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I'd like to talk about why conservatives say things like this, for my progressive friends who genuinely don't know anyone like this. I was a libertarian, sort of, as a teenager (I recovered) and have read Hayek, Nozick, and Friedman. Here goes.
Sure, there are plenty of Repubs who are just cruel and like seeing people suffer, especially certain kinds of people. But there are plenty who think they are being virtuous and morally strong here. Here is a brief anecdote about participating in college debate...
which was overrun by libertarians. There was a debate about drug testing welfare recipients. I argued against it, in part by arguing that the policy would disproportionately impact women. This ENRAGED my opponents, and apparently the judge (well beyond the normal "debate" energy)
The issue was that 1) I mentioned women-stuff, but mainly that 2) I made an argument about the CONSEQUENCES of a policy, and I was supposed to decide on the justice of the policy in a vacuum of pure logic, and then wherever the chips fall: justice! No matter how it turns out.
And I think this is what progressives miss when arguing with conservatives. They believe a policy is just.
You tell them about the consequences: people suffer.
They don't care.
You say: How can you not care, you monster.
But:
Libertarians/conservaties' whole deal is that you can only decide what is just BEFORE the consequences occur. You might be able to predict the consequences before making the policy, but they believe you *shouldn't.*
They think you should be strong enough to ignore them and make a purely just policy (generally based on property rights).
So if you examine your principles and derive a policy that results in a mass of people starving, they think that consequence is irrelevant to the justice of the policy. Justice can only be decided before consequences. And they think you are immoral for thinking otherwise.
In philosophy class, discussions about "deontology" and "teleology" -- whether morality comes from the intent or the result of an act -- focused on examples wherein, for example, you feed a hungry person but accidentally poison them, or try to murder them but end up helping.
In most of those philosophical examples, the person's intent seems most important, and the results are unexpected and unforeseeable. But IRL, people who subscribe to an entirely intent-based ethic aren't talking about these things.
This is why such people might subscribe to a policy that tries to reduce teen pregnancy via abstinence education, but actually increases it due to ignorance and lack of contraception. Showing them the results doesn't change their mind bc they think considering results is immoral.
This is why such people enjoy policies involving work requirements in order to receive, say, food aid. When told that there are no jobs, or that many people receiving the aid are caregivers and cannot work full-time, they literally believe they are morally required to ignore this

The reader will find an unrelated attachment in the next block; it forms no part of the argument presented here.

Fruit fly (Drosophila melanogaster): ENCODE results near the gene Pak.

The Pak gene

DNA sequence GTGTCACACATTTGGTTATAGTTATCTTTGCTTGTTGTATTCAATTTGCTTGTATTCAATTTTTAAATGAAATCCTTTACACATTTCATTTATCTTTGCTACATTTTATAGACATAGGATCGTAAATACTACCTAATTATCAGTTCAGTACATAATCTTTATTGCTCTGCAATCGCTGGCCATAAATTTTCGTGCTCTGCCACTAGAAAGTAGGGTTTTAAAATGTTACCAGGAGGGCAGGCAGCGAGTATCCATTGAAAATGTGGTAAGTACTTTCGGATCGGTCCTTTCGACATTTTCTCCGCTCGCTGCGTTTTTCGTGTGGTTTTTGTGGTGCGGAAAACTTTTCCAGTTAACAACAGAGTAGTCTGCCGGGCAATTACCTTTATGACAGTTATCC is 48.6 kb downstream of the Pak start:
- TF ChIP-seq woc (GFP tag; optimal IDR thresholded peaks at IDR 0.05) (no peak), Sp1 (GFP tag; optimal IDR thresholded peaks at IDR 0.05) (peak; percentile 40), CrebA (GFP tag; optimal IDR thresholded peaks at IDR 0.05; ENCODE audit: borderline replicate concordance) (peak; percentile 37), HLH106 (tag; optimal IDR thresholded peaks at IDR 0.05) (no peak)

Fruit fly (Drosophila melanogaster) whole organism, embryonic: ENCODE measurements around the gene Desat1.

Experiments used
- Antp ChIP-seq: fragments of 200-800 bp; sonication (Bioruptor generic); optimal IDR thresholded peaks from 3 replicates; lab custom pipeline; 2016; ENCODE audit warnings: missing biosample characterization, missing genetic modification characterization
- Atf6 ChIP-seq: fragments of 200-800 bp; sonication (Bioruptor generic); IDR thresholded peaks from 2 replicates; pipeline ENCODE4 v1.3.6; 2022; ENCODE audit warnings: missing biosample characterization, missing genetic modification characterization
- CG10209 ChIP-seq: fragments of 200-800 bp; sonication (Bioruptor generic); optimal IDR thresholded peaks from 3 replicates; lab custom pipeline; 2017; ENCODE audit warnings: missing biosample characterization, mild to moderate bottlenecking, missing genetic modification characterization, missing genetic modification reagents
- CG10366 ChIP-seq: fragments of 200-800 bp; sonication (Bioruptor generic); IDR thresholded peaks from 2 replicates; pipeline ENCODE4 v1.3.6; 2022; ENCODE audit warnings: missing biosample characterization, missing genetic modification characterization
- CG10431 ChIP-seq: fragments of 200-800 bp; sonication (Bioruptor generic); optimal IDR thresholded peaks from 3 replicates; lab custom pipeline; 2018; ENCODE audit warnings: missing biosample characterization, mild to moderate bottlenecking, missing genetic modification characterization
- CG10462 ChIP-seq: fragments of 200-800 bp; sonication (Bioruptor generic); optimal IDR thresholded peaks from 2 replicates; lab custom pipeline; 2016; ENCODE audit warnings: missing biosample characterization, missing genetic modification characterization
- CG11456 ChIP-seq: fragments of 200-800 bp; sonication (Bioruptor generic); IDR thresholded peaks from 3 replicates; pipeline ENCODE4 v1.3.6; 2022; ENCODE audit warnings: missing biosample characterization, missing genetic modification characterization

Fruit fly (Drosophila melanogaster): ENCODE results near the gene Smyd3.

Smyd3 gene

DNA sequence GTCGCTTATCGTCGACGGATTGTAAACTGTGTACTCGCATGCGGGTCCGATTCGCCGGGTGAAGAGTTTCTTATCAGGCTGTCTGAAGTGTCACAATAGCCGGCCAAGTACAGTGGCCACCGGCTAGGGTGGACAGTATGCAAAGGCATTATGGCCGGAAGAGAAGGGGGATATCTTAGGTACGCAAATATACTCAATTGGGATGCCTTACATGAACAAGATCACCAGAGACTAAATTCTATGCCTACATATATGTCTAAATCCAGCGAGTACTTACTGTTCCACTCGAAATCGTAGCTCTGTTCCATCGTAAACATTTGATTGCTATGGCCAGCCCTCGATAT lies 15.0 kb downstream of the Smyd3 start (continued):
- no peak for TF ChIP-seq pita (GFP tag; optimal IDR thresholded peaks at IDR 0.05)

There is some mental gymnastics here. Most people do have some level of empathy for abject human suffering. Calling libertarians/conservatives psychopaths or something doesn't capture this.
If you're a liberal or progressive and hear about suffering, you probably think you, or we, should do something about it, or at least you feel guilty for not doing anything, or not being able to do anything. Because you *start there* when forming policies and beliefs.
The progressive mind looks at the suffering in the world and reasons backwards to develop policies. The conservative mind finds this deeply corrupt.
They reason the other way: decide what is just, and if suffering results, the only way to remain moral is to harden yourself to it. If you allowed your empathy to decide policy, you would override what you had decided was just in a "pure," results-free thinking space.
So this is what's happening when everyone I know RTs some Republican, like "This guy is a psychopath who doesn't care about people suffering." That's now how that guy sees himself. He probably thinks he is mentally strong and pure for making policy regardless of consequences.
I'm clearly against that. But I understand it. As a teenager, I for some brief time existed in a space where I cried over newspaper articles about famine, but also read Ayn Rand (frankly, Robert Nozick is half as silly, a thread for another time)
It takes mental gymnastics to decide that "taxation is theft" or that we should design society as a "perfect meritocracy", and then to note that many people would die, and then to "stay strong" because you think the first thing is justice and the second is just unfortunate.
So, this is what's going on in a lot of people's heads when you point out the consequences of their policies and tell them they don't care. They may care on a personal level, but they believe they are better than you for not letting it affect policy.
How do you work with that? Well, do you have a coherent philosophy about the limitations of property rights that leads to your desired result? No amount of evidence of suffering will persuade people who expect you to begin at the other end.
The end. -your friendly neighborhood phil-major-a-long-time-ago from the South
*That's NOT how that guy sees himself.
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